We end this week on a lighter note with a bit of comedy in the form of Morgana Robinson’s The Agency in which the impressionist imagines that all of the celebrities that she mimics are represented by the same agent. The agent in question is Vincent Mann (Calvin Clerkin) who runs the wittily titled Mann Management and looks constantly exasperated by his client base. Those of us who’d watched Robinson’s previous shows such as The Morgana Show and Very Important People will recognise the majority of the impressions here with Fearne Cotton, Adele and Cheryl being some of Vincent’s many clients. However the main focus of the first episode of this mockumentary focused primarily on Eastenders actress Natalie Cassidy as she prepared for the National Television Awards. I felt Morgana did well in crafting a story for the put-upon Cassidy who tried her best to look after her family whilst at the same time being a famous soap actress. Robinson’s performance presented the fictional Cassidy in an incredibly sympathetic light and I felt she was also able to impersonate her mannerisms perfectly. The same can’t be said for Robinson’s impression of Danny Dyer which certainly wasn’t nearly as nuanced and instead involved her shouting in a cockney accent. The story in which Dyer also tried to become a children’s author wasn’t that amusing and most of the gags were pretty obvious. It didn’t help that Robinson’s Danny Dyer sounded incredibly similar to her Gregg Wallace and if she wasn’t made up to look like each of them then I think you’d struggle to spot the difference. The other prominent storyline in this first episode saw Vincent try to secure some stage work for Miranda Hart to broaden her range. Unfortunately Miranda couldn’t deal with the Pinter material without launching into her comedy routine, irritating both the director and her co-stars in the process. Whilst I found Robinson’s Miranda impression to be quite impressive, the story itself was quite obvious and as an audience member I knew exactly where it was going. Overall I found The Agency to be incredibly hit-and-miss and if hadn’t been for the well-imagined Natalie Cassidy segments I may not have made it through the entire episode. Although I do feel Robinson is a talented impressionist, I don’t think The Agency works as well as it should and as there’s six more episodes to go I can’t see myself sticking around for any more.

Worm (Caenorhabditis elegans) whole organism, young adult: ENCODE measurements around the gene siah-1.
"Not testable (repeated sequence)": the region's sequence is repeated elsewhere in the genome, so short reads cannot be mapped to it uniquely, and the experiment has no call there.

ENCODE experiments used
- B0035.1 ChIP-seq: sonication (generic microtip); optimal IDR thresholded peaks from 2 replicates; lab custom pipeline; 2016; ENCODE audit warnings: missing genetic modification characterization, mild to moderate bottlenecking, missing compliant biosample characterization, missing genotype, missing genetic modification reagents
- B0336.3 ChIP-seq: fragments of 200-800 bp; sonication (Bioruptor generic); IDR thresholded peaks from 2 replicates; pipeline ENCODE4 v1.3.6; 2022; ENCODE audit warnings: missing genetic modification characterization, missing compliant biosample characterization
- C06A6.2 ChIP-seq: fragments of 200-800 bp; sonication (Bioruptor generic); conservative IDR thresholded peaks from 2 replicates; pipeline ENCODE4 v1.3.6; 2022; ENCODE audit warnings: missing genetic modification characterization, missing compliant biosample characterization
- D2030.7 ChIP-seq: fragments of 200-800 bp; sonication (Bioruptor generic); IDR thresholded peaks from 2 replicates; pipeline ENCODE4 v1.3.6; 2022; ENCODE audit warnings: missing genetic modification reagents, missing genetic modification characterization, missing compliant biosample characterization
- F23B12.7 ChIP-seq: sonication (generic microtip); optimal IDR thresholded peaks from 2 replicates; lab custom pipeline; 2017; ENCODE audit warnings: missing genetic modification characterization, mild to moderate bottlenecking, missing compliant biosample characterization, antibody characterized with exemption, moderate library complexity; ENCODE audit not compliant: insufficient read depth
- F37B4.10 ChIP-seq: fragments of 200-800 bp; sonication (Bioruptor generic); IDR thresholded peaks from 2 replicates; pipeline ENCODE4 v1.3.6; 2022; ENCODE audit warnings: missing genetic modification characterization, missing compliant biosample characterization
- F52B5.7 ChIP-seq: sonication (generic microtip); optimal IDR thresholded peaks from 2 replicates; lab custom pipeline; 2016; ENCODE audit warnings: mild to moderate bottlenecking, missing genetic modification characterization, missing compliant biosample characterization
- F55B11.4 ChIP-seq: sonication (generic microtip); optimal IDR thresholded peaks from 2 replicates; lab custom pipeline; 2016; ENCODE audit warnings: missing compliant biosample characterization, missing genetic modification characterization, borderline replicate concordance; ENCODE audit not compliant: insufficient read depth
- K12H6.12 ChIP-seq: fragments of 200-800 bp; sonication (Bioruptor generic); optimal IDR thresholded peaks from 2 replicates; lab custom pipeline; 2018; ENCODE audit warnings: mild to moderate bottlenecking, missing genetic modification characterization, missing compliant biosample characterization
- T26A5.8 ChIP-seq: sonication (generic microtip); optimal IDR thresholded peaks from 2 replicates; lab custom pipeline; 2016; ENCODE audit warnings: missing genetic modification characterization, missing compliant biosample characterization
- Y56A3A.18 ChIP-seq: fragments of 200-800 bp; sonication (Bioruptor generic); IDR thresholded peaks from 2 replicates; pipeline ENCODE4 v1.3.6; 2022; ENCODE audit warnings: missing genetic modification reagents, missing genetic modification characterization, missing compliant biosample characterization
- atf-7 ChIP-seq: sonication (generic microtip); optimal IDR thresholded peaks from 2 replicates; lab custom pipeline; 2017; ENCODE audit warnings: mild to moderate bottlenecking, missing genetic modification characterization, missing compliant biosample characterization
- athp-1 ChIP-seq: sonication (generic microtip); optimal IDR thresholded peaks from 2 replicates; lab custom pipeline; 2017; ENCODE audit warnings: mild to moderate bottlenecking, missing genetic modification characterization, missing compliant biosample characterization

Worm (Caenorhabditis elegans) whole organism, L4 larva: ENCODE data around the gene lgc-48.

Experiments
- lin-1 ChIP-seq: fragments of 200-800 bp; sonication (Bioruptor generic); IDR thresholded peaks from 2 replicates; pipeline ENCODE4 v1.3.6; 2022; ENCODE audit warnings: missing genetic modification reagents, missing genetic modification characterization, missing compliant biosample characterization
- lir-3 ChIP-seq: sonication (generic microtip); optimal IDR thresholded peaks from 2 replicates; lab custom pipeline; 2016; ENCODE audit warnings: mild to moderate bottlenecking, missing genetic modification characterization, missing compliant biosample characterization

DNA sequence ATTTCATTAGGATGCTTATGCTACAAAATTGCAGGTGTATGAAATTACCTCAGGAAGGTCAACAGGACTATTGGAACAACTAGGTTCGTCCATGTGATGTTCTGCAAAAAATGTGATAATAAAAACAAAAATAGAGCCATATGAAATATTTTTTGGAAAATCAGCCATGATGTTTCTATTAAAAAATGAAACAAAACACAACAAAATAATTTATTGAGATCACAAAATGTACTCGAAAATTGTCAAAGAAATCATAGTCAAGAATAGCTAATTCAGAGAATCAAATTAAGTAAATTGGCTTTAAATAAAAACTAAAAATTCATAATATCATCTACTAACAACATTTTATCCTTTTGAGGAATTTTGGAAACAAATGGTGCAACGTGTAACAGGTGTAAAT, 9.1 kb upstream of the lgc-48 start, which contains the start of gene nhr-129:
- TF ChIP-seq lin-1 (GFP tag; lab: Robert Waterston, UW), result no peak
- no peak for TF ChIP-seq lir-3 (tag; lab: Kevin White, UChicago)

That’s your lot for now, remember to follow me on Twitter @mattstvbites and I’ll be back soon.